Cholecystectomy

From WikiAnesthesia
Cholecystectomy
Anesthesia type General
Airway Endotracheal tube
Lines and access Peripheral IV
Monitors Standard ASA
5-lead EKG
Primary anesthetic considerations
Preoperative NG Tube
Intraoperative Rapid sequence intubation
Postoperative PONV

A cholecystectomy is generally performed to treat symptomatic cholelithiasis and other gallbladder conditions. This is one of the most common procedures performed in hospitals in the United States. Of the more than 20 million people in the US with gallstones, about 30% will eventually require cholecystectomy to relieve symptoms or treat complications. A cholecystectomy can be performed laparoscopically or as an open procedure. Surgical practice has largely transitioned to the laparoscopic approach. The rate of conversion to an open operation is 2-3% for elective gallbladder surgery and ~10% for acute cholecystitis[1].

Preoperative management

Patient evaluation

System Considerations
Respiratory
  • Acute abdominal pain can cause respiratory impairment (respiratory splinting) resulting in atelectasis
Cardiovascular
  • Sepsis can result in hypotension, tachycardia
Renal
Gastrointestinal
Hematologic
  • Sepsis can result in leukocytosis/leucopenia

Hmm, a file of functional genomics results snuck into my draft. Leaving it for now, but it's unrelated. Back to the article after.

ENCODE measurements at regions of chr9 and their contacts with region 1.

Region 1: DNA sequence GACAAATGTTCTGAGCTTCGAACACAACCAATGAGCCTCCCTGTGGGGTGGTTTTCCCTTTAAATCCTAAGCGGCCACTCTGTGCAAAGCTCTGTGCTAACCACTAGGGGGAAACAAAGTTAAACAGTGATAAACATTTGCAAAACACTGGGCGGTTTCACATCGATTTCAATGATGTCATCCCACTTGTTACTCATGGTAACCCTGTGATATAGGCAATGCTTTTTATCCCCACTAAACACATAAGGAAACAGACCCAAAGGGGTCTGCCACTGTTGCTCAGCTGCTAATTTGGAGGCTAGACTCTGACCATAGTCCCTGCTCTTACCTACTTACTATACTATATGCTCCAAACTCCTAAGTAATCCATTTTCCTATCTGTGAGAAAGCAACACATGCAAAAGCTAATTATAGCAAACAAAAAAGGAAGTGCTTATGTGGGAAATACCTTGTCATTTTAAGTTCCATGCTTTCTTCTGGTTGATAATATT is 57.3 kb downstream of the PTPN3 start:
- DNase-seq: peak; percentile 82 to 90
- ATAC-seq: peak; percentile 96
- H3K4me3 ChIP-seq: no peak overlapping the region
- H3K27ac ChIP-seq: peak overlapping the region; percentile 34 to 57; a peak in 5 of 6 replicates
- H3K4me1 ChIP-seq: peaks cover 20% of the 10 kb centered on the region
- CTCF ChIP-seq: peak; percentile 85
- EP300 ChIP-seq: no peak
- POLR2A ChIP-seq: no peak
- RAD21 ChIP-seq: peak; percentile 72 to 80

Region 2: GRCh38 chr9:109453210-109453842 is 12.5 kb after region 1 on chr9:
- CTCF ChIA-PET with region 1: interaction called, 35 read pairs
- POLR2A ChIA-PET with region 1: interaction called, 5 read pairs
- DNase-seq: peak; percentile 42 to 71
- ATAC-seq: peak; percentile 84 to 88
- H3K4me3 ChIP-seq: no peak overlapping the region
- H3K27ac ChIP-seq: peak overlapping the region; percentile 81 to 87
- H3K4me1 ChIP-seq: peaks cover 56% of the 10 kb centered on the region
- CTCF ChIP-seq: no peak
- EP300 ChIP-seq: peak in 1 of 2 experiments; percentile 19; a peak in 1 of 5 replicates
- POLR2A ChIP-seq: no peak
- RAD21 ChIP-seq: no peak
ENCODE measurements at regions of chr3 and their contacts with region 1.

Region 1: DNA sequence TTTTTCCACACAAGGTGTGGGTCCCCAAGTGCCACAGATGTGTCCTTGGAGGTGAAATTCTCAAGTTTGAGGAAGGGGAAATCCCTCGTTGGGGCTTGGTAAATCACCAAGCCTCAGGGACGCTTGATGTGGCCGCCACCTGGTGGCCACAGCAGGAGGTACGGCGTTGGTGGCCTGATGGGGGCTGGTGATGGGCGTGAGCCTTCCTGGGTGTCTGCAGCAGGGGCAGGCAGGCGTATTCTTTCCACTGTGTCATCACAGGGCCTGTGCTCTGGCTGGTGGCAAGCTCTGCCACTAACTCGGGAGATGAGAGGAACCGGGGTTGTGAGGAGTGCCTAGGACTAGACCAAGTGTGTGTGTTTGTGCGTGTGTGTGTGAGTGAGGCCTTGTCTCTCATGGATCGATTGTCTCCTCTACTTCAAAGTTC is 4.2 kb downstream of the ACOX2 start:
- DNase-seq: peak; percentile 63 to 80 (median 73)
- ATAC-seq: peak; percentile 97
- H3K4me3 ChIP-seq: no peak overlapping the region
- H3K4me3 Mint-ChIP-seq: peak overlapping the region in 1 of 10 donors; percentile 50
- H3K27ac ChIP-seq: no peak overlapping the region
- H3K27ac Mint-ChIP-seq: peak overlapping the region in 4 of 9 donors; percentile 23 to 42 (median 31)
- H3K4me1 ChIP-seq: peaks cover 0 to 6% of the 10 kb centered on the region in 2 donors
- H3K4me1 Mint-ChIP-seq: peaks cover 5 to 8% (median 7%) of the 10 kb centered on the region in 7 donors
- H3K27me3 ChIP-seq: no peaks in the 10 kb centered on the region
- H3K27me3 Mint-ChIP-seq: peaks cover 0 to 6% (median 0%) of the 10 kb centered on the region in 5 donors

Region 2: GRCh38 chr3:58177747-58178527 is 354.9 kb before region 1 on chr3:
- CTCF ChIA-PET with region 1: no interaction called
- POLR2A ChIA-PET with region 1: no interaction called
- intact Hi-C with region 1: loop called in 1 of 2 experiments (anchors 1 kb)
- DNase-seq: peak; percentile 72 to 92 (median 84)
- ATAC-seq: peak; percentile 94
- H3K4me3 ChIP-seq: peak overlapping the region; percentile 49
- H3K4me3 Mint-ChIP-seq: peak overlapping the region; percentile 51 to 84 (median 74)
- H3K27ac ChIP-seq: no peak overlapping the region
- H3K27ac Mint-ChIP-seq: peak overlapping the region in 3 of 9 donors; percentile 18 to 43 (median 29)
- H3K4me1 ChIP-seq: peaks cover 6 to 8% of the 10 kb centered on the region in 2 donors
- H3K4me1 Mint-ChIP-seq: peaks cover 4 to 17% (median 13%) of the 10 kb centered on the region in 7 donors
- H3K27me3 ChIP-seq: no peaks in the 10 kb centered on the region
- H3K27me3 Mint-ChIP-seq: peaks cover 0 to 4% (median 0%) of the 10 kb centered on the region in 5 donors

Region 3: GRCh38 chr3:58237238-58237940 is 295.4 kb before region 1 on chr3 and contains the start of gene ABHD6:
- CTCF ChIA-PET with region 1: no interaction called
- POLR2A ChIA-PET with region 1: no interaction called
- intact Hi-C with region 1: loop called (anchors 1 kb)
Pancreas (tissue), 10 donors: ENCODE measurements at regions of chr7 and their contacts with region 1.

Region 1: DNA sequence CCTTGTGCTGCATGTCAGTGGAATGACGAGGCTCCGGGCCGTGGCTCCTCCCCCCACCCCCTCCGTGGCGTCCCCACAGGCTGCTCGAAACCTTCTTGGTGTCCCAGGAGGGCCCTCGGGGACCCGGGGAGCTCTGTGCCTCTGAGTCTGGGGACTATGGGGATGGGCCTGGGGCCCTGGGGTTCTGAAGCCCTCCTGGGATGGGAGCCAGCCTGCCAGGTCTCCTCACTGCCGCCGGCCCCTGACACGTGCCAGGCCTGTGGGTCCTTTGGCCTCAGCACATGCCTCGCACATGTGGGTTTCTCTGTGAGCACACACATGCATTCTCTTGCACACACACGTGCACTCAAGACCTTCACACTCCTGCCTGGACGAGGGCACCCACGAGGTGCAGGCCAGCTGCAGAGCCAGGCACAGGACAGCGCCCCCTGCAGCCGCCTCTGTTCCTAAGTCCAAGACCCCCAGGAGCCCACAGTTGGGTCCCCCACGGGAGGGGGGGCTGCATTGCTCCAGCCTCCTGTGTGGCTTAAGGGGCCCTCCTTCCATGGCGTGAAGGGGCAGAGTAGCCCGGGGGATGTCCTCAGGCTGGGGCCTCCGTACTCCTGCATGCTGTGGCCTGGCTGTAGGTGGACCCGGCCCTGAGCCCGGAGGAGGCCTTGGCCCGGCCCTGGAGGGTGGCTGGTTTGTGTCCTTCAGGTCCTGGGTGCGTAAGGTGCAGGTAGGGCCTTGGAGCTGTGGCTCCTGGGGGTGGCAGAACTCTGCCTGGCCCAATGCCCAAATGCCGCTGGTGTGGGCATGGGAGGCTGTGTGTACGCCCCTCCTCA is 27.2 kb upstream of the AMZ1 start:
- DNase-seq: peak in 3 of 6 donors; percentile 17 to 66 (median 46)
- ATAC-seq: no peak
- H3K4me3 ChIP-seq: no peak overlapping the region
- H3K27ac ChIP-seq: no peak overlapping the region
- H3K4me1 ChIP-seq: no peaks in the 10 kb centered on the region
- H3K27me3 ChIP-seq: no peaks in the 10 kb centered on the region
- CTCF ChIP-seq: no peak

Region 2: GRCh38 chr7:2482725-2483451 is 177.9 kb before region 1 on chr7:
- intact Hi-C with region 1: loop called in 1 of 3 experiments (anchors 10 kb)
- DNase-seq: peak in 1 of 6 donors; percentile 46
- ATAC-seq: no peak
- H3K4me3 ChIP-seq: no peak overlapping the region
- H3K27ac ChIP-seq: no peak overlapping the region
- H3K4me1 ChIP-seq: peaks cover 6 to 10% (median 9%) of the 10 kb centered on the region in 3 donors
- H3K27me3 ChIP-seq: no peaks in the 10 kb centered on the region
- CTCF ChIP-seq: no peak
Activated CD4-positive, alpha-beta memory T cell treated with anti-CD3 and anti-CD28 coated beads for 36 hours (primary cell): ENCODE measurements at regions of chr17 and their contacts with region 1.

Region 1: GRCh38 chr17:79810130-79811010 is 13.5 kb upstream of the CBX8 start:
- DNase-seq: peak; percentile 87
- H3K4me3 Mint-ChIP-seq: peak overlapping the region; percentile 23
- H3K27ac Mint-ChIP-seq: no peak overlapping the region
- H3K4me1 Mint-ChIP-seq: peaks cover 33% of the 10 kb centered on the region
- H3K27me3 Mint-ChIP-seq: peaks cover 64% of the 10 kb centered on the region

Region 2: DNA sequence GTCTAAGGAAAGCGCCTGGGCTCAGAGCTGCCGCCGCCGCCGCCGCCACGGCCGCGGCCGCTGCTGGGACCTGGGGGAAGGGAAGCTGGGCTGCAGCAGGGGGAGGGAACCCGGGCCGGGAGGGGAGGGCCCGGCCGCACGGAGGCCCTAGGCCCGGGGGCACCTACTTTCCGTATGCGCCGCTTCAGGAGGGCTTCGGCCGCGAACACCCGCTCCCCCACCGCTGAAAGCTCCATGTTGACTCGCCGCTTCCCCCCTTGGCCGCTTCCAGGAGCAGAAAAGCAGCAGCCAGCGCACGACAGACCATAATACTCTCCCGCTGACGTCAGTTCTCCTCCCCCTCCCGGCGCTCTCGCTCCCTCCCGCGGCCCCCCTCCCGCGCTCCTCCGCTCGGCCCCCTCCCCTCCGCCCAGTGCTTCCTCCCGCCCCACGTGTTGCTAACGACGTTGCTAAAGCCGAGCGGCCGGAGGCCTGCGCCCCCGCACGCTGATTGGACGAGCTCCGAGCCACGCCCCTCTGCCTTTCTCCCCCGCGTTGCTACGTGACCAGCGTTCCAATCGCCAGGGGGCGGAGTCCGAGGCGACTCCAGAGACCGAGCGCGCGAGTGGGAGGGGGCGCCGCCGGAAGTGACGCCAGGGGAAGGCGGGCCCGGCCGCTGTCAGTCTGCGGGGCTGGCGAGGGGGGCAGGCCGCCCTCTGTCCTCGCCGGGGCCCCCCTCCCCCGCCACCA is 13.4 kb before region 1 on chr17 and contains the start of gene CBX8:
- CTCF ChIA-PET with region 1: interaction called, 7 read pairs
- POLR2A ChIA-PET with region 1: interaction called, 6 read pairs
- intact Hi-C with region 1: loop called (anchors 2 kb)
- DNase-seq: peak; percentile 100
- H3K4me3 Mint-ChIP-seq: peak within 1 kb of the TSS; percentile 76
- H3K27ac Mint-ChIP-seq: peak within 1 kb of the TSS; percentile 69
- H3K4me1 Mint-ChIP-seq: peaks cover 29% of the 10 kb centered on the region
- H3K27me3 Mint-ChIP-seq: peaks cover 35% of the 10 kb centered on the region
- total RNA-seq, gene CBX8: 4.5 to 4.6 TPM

Endocrine
Other

Labs and studies

  • CBC
  • Chemistry Panel

Operating room setup

  • NG tube

Patient preparation and premedication

  • Midazolam

Regional and neuraxial techniques

  • Consider epidural for open approach

Intraoperative management

Monitoring and access

  • Standard ASA monitors
  • 5-lead EKG
  • Urinary catheter
  • NG tube
  • 1-2 peripheral IVs (16-18 gauge)
  • In unstable patients or if open cholecystectomy, consider arterial line and central access

Induction and airway management

  • Standard induction
  • In unstable patients, consider etomidate (BP control) and rapid sequence intubation (RSI)

Positioning

  • Supine, Trendelenburg
  • Secure and tuck arms

Maintenance and surgical considerations

  • Intraoperative insufflation may cause
    • Resp: atelectasis, decrease FRC, increase PIPs, and increase CO2. May also cause endobronchial intubation
    • GI: gastric content regurgitation
    • Cardiac: decreased cardiac output

Emergence

  • PONV prophylaxis

Postoperative management

Disposition

Pain management

  • NSAIDs and acetaminophen for mild pain
  • Opioids for breakthrough pain. Consider PCA for open cases

Potential complications

  • PONV
  • Subcutaneous emphysema (from insufflation)
  • Bowel injury

Procedure variants

*PACE: Perioperative Adverse Cardiac Event
Open Cholecystectomy Laparoscopic Cholecystectomy
Unique considerations
Position Supine Supine
Surgical time 2-4 hours 0.5-2 hours
EBL 250mL Minimal
Postoperative disposition PACU PACU
Mortality
Morbidity Elevated PACE vs laparoscopic[2]
Pain 5-7 3

References

  1. Jaffe, Richard A; Schmiesing, Clifford A; Golianu, Brenda (2014). Anesthesiologist's manual of surgical procedures. ISBN 978-1-4963-0594-7. OCLC 888551588.
  2. Liu, Jason B.; Liu, Yaoming; Cohen, Mark E.; Ko, Clifford Y.; Sweitzer, Bobbie J. (2018-02-01). "Defining the Intrinsic Cardiac Risks of Operations to Improve Preoperative Cardiac Risk Assessments". Anesthesiology. 128 (2): 283–292. doi:10.1097/ALN.0000000000002024. ISSN 0003-3022.